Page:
Delta Air Lines Inc. says a federal board has upheld results from an election that blocked a union from representing its flight attendants.
Delta said late Friday that the National Mediation Board rejected claims by the Association of Flight Attendants that the company interfered in the representation election last year.
The union criticized the ruling, saying Delta unfairly pressured flight attendants to vote against representation and, in some case, supervisors made threats against union supporters.
"This is not democracy, not in outcome nor process," the union said in a statement.
Delta said the ruling would let flight attendants from Delta and the old Northwest move ahead as a combined group. Vice president Joanne Smith said Delta would immediately begin raising pay for Northwest flight attendants to Delta's hourly rates.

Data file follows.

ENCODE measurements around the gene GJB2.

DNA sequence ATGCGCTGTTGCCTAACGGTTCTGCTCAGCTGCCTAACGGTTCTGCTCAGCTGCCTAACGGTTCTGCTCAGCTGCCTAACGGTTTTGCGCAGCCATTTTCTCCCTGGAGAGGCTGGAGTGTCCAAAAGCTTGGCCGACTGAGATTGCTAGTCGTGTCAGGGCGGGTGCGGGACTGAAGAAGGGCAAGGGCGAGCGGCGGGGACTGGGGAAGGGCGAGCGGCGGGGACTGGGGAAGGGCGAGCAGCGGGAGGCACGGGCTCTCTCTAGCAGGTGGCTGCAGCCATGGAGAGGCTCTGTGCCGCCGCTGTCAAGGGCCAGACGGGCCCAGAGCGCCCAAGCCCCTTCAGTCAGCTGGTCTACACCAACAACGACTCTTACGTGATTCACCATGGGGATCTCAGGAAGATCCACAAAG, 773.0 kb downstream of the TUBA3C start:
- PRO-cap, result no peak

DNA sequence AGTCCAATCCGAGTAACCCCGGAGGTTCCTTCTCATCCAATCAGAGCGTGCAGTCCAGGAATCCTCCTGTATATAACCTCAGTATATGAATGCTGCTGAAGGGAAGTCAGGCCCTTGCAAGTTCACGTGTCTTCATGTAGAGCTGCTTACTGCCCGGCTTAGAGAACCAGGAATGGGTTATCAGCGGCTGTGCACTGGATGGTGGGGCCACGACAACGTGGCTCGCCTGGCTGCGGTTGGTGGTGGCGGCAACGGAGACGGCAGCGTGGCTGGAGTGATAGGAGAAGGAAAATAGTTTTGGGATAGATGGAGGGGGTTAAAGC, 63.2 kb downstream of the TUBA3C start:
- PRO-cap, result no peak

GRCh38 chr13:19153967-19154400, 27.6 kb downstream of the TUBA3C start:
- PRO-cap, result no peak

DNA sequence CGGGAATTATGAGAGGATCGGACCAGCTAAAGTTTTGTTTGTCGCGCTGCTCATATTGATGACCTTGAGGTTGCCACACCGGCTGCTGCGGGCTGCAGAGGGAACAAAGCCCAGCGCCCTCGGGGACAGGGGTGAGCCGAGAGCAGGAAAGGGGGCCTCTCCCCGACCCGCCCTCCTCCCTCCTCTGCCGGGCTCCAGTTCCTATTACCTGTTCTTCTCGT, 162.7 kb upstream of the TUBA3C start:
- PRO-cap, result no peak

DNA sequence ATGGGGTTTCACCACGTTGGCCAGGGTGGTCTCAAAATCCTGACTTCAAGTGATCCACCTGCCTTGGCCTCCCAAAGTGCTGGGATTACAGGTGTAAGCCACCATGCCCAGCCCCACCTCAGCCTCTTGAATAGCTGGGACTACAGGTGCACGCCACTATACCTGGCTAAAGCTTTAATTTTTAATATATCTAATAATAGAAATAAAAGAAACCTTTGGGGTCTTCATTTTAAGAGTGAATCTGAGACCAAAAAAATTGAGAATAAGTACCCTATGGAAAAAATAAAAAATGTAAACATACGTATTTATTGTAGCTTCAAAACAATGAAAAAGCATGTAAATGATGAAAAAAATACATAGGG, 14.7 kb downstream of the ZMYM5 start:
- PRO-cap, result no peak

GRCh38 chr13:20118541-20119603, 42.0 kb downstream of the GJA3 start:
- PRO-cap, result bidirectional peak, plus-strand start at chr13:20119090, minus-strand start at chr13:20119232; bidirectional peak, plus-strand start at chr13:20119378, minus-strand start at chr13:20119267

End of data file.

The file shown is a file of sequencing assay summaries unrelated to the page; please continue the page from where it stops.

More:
The airline still faces claims of interference in union elections for customer service, cargo, reservation sales and other employees. It said it hoped for a similar ruling in those cases.
Pilots were the only large group that was unionized at Delta when it bought Northwest. The combination of Delta and Northwest triggered elections to see whether Northwest unions would represent workers in the combined groups.
The Association of Flight Attendants fell about 300 votes short out of more than 18,000 cast in its bid to represent the Delta employees.
Delta is the nation's second-largest airline company behind United Continental Holdings Inc.
Delta shares rose 8 cents to close at $7.36.